When you finally find the right one, signing up for a new rental property can be an exciting thing. However, as with all business transactions, there are some legal and ethical safeguards in place to protect both yourself as the tenant, and the landlord. Here are some things to consider before signing a lease:
- You should receive, from your agent, a copy of the New Tenant Checklist from Fair Trading, a copy of your lease, a bond lodgement form, two copies of a condition report for your new home, and a set of keys.
- Before you sign anything, read your lease. Make sure you understand the conditions associated with the lease, that the rental amounts are clear and accurate, and that the term of the lease is correct. If you have any questions, ask you property manager. This can include the discussion and provision of special conditions such as carpet cleaning as a condition for having pets.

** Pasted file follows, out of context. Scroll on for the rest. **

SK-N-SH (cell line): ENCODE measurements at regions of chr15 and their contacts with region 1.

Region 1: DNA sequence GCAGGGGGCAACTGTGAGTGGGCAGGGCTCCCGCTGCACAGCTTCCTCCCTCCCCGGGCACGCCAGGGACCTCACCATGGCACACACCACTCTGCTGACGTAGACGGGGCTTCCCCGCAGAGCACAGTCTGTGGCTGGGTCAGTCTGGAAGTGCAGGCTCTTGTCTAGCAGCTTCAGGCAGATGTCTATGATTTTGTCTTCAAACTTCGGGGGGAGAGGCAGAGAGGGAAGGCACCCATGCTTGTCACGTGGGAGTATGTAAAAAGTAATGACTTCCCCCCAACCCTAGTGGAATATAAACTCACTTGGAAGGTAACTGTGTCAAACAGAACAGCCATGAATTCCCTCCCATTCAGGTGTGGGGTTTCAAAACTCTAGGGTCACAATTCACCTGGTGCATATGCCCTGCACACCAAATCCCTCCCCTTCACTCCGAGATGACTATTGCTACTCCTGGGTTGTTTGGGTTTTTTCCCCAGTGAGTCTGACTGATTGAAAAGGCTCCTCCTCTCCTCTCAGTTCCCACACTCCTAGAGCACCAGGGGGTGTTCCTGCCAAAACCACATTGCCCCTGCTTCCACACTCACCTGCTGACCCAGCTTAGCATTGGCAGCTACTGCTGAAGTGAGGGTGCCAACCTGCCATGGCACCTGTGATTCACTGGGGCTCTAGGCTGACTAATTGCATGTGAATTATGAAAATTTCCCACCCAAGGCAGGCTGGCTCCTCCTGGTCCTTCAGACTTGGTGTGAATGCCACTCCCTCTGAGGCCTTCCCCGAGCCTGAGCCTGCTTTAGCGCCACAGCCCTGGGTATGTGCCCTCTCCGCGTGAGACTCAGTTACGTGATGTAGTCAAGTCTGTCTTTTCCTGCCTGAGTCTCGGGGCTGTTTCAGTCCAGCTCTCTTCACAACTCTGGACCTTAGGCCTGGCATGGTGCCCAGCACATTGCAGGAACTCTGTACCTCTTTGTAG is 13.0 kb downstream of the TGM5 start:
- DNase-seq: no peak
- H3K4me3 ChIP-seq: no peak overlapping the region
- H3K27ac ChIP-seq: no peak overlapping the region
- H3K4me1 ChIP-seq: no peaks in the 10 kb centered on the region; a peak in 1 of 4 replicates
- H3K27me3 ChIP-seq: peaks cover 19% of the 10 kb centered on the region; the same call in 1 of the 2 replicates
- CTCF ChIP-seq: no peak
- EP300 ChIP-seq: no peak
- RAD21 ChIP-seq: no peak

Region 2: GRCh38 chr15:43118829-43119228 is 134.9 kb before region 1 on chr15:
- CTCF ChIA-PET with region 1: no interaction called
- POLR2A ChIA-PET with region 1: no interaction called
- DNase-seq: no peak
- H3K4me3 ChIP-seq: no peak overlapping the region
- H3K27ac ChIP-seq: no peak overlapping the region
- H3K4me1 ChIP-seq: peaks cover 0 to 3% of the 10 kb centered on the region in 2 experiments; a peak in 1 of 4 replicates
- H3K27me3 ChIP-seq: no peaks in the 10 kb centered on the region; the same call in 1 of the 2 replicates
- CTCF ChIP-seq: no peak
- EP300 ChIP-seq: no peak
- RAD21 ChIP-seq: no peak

- Check that any promised repairs have been completed or have an undertaking that they will be done.
- Be prepared for upfront costs including ONLY two weeks rent in advance, and NO MORE THAN 4 weeks rent as a rental bond.
After you move in, there are are other things you can do to make sure your tenancy period is hassle-free:
- Fill out your condition report with as much detail and accuracy as possible. This can also involve taking photographs to record the condition of the property when you move in. Your property manager will have done the same, and any discrepancies will be noted on both copies.
- You should receive a letter from Fair Trading to advise that they have received your rental bond.
- Comply with the terms of your lease and consider conditions such as respecting the peace and security of neighbours, and not having pets or other people reside in the premises without the consent of the owner.
- If the property has a pool or garden, make sure there are clear arrangements in place for what the landlord expects you to do regarding maintenance.
If there are situations that arise that give you cause for concern, or if you have reason to terminate the lease early, speak to your property manager as soon as possible. Many situations can be resolved with honesty and co-operation, so maintaining a good working relationship with your property manager is a great way to keep things going smoothly.
Most of all, enjoy your new home. If you put the same care and consideration into a rental property as you would your own, then everything should be fine.